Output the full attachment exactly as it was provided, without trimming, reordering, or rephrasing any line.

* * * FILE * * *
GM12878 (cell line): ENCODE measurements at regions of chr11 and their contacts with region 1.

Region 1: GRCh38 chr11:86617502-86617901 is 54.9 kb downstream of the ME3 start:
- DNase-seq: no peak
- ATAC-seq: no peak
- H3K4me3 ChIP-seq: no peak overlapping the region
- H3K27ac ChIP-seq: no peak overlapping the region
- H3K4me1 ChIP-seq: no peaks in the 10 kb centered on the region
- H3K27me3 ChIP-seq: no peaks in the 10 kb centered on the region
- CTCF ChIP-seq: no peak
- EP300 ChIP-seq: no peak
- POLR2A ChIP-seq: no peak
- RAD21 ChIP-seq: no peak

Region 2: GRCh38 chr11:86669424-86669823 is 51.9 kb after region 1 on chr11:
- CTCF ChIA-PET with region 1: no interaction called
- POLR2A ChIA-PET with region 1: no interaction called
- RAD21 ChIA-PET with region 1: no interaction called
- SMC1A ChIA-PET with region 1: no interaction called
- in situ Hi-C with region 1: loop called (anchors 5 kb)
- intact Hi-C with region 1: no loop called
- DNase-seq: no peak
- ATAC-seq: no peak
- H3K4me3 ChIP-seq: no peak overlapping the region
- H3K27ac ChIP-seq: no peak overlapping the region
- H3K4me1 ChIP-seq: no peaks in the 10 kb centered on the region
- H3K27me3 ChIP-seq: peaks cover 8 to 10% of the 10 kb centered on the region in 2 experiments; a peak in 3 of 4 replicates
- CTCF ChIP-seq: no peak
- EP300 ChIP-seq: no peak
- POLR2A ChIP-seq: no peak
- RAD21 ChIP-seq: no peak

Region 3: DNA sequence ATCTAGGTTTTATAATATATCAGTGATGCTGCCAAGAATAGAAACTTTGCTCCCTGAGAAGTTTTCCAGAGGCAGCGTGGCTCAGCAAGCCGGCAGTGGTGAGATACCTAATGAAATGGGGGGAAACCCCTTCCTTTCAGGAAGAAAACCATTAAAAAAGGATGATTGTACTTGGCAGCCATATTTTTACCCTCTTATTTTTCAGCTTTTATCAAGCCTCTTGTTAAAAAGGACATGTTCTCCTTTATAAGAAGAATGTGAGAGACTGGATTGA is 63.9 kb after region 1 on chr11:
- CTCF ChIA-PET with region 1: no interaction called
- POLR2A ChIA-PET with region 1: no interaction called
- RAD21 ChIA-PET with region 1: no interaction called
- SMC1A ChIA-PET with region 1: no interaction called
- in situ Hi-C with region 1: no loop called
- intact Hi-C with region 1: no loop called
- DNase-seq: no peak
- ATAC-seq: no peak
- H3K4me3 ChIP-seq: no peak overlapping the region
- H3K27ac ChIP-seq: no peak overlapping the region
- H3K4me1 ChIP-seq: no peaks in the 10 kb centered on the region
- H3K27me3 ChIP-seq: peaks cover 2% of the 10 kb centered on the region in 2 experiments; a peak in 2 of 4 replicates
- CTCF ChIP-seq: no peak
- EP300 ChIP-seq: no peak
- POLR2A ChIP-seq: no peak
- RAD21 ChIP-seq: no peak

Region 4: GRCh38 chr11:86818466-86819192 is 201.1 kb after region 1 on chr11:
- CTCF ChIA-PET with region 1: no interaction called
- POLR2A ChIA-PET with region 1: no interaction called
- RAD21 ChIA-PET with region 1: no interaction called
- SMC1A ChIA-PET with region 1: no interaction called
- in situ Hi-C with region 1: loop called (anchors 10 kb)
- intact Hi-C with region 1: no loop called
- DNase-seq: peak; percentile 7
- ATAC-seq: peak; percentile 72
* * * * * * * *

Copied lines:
GM12878 (cell line): ENCODE measurements at regions of chr11 and their contacts with region 1.

Region 1: GRCh38 chr11:86617502-86617901 is 54.9 kb downstream of the ME3 start:
- DNase-seq: no peak
- ATAC-seq: no peak
- H3K4me3 ChIP-seq: no peak overlapping the region
- H3K27ac ChIP-seq: no peak overlapping the region
- H3K4me1 ChIP-seq: no peaks in the 10 kb centered on the region
- H3K27me3 ChIP-seq: no peaks in the 10 kb centered on the region
- CTCF ChIP-seq: no peak
- EP300 ChIP-seq: no peak
- POLR2A ChIP-seq: no peak
- RAD21 ChIP-seq: no peak

Region 2: GRCh38 chr11:86669424-86669823 is 51.9 kb after region 1 on chr11:
- CTCF ChIA-PET with region 1: no interaction called
- POLR2A ChIA-PET with region 1: no interaction called
- RAD21 ChIA-PET with region 1: no interaction called
- SMC1A ChIA-PET with region 1: no interaction called
- in situ Hi-C with region 1: loop called (anchors 5 kb)
- intact Hi-C with region 1: no loop called
- DNase-seq: no peak
- ATAC-seq: no peak
- H3K4me3 ChIP-seq: no peak overlapping the region
- H3K27ac ChIP-seq: no peak overlapping the region
- H3K4me1 ChIP-seq: no peaks in the 10 kb centered on the region
- H3K27me3 ChIP-seq: peaks cover 8 to 10% of the 10 kb centered on the region in 2 experiments; a peak in 3 of 4 replicates
- CTCF ChIP-seq: no peak
- EP300 ChIP-seq: no peak
- POLR2A ChIP-seq: no peak
- RAD21 ChIP-seq: no peak

Region 3: DNA sequence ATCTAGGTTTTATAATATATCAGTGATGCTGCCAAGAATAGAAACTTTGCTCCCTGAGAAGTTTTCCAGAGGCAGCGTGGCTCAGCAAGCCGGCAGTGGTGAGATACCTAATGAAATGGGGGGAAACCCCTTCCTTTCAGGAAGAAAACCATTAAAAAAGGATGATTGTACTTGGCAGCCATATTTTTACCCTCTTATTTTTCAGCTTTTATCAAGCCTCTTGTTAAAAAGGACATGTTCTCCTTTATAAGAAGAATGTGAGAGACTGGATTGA is 63.9 kb after region 1 on chr11:
- CTCF ChIA-PET with region 1: no interaction called
- POLR2A ChIA-PET with region 1: no interaction called
- RAD21 ChIA-PET with region 1: no interaction called
- SMC1A ChIA-PET with region 1: no interaction called
- in situ Hi-C with region 1: no loop called
- intact Hi-C with region 1: no loop called
- DNase-seq: no peak
- ATAC-seq: no peak
- H3K4me3 ChIP-seq: no peak overlapping the region
- H3K27ac ChIP-seq: no peak overlapping the region
- H3K4me1 ChIP-seq: no peaks in the 10 kb centered on the region
- H3K27me3 ChIP-seq: peaks cover 2% of the 10 kb centered on the region in 2 experiments; a peak in 2 of 4 replicates
- CTCF ChIP-seq: no peak
- EP300 ChIP-seq: no peak
- POLR2A ChIP-seq: no peak
- RAD21 ChIP-seq: no peak

Region 4: GRCh38 chr11:86818466-86819192 is 201.1 kb after region 1 on chr11:
- CTCF ChIA-PET with region 1: no interaction called
- POLR2A ChIA-PET with region 1: no interaction called
- RAD21 ChIA-PET with region 1: no interaction called
- SMC1A ChIA-PET with region 1: no interaction called
- in situ Hi-C with region 1: loop called (anchors 10 kb)
- intact Hi-C with region 1: no loop called
- DNase-seq: peak; percentile 7
- ATAC-seq: peak; percentile 72